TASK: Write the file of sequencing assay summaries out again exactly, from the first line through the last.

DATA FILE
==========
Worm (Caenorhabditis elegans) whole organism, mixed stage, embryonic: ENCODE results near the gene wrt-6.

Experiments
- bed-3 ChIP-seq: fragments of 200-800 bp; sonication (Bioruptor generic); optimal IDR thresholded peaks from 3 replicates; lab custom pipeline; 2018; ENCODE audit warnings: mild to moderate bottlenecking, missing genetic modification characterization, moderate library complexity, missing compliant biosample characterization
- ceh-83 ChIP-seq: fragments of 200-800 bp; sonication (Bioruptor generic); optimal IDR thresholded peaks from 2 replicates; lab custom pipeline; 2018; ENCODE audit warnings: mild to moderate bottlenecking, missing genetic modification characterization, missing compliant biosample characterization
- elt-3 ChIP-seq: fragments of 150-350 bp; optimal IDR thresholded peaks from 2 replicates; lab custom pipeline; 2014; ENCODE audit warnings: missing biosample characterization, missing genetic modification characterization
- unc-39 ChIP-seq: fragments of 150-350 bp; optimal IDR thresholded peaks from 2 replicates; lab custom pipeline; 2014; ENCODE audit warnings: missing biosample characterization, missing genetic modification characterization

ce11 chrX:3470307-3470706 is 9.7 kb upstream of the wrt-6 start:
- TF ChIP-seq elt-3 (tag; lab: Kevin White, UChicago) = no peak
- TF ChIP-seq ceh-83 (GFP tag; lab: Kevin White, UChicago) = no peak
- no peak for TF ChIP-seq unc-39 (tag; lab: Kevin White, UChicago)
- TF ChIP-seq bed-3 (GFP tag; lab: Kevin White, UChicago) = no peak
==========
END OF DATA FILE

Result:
Worm (Caenorhabditis elegans) whole organism, mixed stage, embryonic: ENCODE results near the gene wrt-6.

Experiments
- bed-3 ChIP-seq: fragments of 200-800 bp; sonication (Bioruptor generic); optimal IDR thresholded peaks from 3 replicates; lab custom pipeline; 2018; ENCODE audit warnings: mild to moderate bottlenecking, missing genetic modification characterization, moderate library complexity, missing compliant biosample characterization
- ceh-83 ChIP-seq: fragments of 200-800 bp; sonication (Bioruptor generic); optimal IDR thresholded peaks from 2 replicates; lab custom pipeline; 2018; ENCODE audit warnings: mild to moderate bottlenecking, missing genetic modification characterization, missing compliant biosample characterization
- elt-3 ChIP-seq: fragments of 150-350 bp; optimal IDR thresholded peaks from 2 replicates; lab custom pipeline; 2014; ENCODE audit warnings: missing biosample characterization, missing genetic modification characterization
- unc-39 ChIP-seq: fragments of 150-350 bp; optimal IDR thresholded peaks from 2 replicates; lab custom pipeline; 2014; ENCODE audit warnings: missing biosample characterization, missing genetic modification characterization

ce11 chrX:3470307-3470706 is 9.7 kb upstream of the wrt-6 start:
- TF ChIP-seq elt-3 (tag; lab: Kevin White, UChicago) = no peak
- TF ChIP-seq ceh-83 (GFP tag; lab: Kevin White, UChicago) = no peak
- no peak for TF ChIP-seq unc-39 (tag; lab: Kevin White, UChicago)
- TF ChIP-seq bed-3 (GFP tag; lab: Kevin White, UChicago) = no peak